Happy Holidays Everyone! Be it Hanukkah, Christmas, Kwanza, Festivus, Mid-Winter, or Yulefrost, may it be a merry time for you and yours full of live, love, and gratitude for each other.
I was asked by my publisher BOOM!/Archaia to do the artwork for their Holiday card this year. In this blogpost, I walk through the steps to creating the final image you see to the left.
I was worried about too much open sky or falling snow on a Mouse Guard Yule Frost type image. I knew I was going to have mice around a candle-lit pinecone, but felt like I needed something more formal to make it interesting and read as a card-front. I found a piece of a gothic arch in a google image search that was part of a church's woodwork. It was much taller than what I needed, so using Photoshop, I distorted it to suit my needs format-wise. I then used a printout of that to lightbox a clean pencil version with all the specific iconography removed in favor of holly, berries, and a Mouse Guard crest (Swords, Strongholds, and Diplomacy: the three main tenants of the Guard).
The other elements: each mouse & the pinecone were also drawn separately on copy paper, and then scanned in and assembled in Photoshop with the clean arch drawing to come up with this layout. The tinted colors of each element make it easier for me as I ink.
I then printed out the above layout, taped it to the back of a sheet of Strathmore 300 series bristol, and on a light pad started inking. Using a light pad allows me to see through the surface of the bristol to the printout underneath.
Copic Multiliners (the refillable SP variety with 0.7 & 0.3 nibs) are my inking pen of choice.
Inking this was a bit tricky because of how tight and light all the arch linework was in my rough. With every stroke, I felt like I may be ruining it, or being too heavy-handed at the least. To combat this mentally, I reminded myself that the piece was going to be reduced (shrunk) in scale to fit on the face of the card, so the bolder the lines, the better they'd hold up.
After the inks were completed I scanned them into Photoshop and started the process of coloring known as 'flatting'. This is where you establish the areas differentiated by flat colors: The fur color is different than the cloak color, is different from the pinecone, is different from the arch, etc. Sometimes I use crazy jarring colors to do this because it helps me see mistakes if I've colored outside the lines.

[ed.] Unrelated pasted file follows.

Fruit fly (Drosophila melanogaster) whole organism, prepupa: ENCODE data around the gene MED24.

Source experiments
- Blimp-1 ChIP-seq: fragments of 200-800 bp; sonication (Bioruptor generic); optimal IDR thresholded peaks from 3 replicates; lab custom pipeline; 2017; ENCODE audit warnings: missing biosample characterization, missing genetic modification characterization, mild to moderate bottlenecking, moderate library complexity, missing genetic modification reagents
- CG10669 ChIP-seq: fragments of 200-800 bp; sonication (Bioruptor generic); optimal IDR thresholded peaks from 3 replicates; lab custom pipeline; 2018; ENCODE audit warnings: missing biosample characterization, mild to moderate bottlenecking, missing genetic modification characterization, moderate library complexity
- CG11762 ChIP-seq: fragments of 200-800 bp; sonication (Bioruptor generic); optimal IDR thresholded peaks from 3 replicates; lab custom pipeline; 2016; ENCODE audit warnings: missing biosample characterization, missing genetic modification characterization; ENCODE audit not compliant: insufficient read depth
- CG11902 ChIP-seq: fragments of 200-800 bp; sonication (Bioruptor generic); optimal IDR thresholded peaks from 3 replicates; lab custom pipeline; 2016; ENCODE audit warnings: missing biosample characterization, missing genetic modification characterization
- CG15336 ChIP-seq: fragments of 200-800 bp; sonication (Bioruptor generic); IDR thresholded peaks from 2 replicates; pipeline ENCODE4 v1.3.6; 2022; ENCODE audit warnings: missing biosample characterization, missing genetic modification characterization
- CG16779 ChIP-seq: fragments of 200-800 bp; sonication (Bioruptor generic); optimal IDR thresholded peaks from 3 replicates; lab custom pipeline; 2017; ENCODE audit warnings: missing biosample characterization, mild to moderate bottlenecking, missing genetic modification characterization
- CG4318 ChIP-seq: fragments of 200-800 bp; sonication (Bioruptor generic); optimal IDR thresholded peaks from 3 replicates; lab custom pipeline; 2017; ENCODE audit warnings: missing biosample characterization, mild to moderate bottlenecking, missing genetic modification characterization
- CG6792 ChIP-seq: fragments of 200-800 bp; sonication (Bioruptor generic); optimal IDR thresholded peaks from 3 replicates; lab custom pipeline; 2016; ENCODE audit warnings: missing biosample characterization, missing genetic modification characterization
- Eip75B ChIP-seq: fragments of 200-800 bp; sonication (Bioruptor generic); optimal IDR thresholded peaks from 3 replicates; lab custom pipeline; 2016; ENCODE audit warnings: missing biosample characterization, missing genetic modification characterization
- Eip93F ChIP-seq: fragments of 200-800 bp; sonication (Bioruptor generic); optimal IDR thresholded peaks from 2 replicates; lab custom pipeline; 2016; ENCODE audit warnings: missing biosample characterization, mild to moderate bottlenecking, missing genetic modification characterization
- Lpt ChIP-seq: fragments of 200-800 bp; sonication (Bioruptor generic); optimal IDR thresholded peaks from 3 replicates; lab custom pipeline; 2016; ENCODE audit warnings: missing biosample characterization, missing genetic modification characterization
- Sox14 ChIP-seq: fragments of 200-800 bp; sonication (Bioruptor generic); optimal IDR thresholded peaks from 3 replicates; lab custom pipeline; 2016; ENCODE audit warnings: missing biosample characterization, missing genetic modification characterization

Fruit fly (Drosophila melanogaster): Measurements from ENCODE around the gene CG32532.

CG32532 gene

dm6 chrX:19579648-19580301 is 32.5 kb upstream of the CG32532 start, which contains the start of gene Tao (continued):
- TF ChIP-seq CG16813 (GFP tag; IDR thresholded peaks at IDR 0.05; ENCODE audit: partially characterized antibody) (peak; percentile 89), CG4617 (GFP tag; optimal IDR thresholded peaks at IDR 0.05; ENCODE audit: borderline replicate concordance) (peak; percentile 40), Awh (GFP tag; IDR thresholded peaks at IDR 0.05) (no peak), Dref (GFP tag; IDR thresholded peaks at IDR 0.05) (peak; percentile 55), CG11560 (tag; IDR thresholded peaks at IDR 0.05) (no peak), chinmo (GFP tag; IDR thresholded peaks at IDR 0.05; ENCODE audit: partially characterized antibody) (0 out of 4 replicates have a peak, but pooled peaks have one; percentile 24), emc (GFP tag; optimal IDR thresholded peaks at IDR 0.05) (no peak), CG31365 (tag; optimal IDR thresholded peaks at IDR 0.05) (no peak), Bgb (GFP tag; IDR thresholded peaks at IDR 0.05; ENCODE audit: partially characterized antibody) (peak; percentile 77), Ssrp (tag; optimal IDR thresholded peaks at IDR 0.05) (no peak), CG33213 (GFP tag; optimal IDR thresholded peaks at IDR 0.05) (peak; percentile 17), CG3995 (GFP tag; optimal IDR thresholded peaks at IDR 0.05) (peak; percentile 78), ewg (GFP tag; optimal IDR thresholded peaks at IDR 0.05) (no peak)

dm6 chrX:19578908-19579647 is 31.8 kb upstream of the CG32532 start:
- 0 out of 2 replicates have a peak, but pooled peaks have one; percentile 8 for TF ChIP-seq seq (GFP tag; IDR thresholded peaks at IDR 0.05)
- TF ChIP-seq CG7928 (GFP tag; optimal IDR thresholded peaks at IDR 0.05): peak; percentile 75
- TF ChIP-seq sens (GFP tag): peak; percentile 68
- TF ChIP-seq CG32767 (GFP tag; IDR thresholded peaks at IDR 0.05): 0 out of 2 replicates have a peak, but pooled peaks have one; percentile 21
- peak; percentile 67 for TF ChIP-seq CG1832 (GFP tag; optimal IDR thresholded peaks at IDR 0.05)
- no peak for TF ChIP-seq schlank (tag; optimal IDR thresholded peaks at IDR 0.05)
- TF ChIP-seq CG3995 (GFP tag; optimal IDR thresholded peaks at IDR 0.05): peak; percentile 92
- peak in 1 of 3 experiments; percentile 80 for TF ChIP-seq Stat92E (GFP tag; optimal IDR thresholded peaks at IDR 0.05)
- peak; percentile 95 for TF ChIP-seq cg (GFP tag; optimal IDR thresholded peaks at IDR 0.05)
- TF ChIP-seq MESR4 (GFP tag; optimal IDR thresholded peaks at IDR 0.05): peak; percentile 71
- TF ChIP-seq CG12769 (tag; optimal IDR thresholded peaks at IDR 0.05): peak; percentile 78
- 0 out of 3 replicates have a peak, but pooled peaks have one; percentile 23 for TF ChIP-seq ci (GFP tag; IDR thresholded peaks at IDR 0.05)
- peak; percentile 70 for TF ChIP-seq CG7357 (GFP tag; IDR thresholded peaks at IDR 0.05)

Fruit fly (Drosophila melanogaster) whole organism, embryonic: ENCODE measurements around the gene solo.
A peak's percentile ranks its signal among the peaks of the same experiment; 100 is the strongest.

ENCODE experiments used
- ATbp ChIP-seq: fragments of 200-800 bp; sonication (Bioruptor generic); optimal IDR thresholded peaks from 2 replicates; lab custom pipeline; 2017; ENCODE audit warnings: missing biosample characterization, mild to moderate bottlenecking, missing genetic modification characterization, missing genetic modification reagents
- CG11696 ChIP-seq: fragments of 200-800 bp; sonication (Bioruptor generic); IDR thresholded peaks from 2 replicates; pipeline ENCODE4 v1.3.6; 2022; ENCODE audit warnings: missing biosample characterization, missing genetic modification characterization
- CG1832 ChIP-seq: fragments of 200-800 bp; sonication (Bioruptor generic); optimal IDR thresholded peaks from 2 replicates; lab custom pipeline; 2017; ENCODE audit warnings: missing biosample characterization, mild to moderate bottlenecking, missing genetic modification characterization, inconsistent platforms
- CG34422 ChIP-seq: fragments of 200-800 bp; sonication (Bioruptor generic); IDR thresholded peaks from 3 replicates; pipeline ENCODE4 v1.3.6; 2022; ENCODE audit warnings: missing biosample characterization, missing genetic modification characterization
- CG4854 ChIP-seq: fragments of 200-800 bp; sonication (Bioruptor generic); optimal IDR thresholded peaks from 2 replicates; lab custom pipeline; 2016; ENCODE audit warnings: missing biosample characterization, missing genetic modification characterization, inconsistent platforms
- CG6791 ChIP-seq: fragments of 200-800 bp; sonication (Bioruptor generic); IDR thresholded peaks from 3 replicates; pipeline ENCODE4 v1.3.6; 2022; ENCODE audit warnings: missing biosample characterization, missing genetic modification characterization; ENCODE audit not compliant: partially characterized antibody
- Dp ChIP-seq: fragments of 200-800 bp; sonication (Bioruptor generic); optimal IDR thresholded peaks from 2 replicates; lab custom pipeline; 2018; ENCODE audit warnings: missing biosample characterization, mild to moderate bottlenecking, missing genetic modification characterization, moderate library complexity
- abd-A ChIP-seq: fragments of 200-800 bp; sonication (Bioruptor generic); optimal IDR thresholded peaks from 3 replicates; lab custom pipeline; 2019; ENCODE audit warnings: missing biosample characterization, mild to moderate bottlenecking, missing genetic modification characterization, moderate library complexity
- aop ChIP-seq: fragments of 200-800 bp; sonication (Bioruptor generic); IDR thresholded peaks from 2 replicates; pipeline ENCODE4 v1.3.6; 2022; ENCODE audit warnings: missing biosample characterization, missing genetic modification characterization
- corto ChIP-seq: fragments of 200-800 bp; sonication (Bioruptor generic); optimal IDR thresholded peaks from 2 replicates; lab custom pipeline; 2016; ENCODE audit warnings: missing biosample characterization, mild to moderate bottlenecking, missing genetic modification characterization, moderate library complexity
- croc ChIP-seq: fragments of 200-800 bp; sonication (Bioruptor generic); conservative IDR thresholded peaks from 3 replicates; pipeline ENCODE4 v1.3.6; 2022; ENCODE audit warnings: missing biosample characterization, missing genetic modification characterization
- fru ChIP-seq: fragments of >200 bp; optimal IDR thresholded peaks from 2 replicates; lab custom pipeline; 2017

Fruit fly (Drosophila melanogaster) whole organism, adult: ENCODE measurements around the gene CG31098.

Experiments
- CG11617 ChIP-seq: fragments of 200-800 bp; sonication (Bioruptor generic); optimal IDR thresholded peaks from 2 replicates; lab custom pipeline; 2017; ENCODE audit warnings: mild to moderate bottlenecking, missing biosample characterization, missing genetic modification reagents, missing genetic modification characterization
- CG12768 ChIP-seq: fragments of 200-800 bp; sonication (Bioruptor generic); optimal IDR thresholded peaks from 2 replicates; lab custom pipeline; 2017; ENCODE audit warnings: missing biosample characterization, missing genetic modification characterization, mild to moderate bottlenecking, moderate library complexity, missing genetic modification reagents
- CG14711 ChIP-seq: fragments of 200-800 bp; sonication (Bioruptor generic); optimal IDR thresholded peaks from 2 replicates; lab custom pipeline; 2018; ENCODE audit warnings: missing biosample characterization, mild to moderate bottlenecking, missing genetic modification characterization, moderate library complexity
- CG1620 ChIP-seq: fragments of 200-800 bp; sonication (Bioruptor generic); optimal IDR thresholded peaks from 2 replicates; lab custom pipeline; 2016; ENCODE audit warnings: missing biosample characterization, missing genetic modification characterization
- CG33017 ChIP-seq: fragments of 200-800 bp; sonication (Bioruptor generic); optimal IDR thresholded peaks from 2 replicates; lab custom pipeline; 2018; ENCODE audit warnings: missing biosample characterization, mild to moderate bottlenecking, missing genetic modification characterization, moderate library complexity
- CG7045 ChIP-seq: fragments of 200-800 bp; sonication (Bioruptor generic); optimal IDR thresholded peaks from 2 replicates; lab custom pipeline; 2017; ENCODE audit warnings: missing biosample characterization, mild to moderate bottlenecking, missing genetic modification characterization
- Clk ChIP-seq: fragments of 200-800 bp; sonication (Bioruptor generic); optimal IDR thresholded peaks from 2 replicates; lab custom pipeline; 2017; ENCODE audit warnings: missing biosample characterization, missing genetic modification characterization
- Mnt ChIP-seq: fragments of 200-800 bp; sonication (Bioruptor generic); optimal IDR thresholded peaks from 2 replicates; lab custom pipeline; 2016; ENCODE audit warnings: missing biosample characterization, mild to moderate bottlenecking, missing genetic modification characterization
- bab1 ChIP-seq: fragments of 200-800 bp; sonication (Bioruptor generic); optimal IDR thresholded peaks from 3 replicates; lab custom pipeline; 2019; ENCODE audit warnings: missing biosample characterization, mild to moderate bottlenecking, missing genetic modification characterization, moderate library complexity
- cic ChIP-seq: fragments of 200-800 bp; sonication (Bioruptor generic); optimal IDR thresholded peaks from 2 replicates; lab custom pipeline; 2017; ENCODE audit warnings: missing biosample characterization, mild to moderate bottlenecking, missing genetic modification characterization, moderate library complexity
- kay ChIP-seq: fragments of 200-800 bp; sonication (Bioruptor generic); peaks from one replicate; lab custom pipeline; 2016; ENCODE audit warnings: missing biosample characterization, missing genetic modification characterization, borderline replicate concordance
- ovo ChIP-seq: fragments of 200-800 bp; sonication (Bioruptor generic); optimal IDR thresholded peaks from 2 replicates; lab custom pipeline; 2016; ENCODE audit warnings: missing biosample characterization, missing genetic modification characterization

Here though, I stuck with colors pretty close to the final concept and relied on tried and true fur/cloak color combinations. The pendant banners were in the red family just to warm up the background of the blue-violet sky.
Once everything was flatted, I was able to render the piece. This means adding in all the shading and highlights and texture. With everything as flat colors first, it's easy to isolate an area, say the front mouse's fur, and render that independently of the cloak or inner ears or background.
For Photoshop using people, I use the dodge and burn tools with a textured brush for most of my rendering. I also use a freehand lasso with a slight feather on it to select areas and color shift them with the color balance tool to get those rosey noses and warm glows.
I added the snow digitally using a Wacom Tablet to draw in the flakes. This is different than the harder-edged and more process intensive way I did in the Winter series, and probably how I'll proceed in the future with any snow in Mouse Guard.
So, again, I wish everyone who reads this blog and all of your extended families & friends a Happy Holiday season with blessings of health, prosperity, joy, wisdom, and togetherness for us all.
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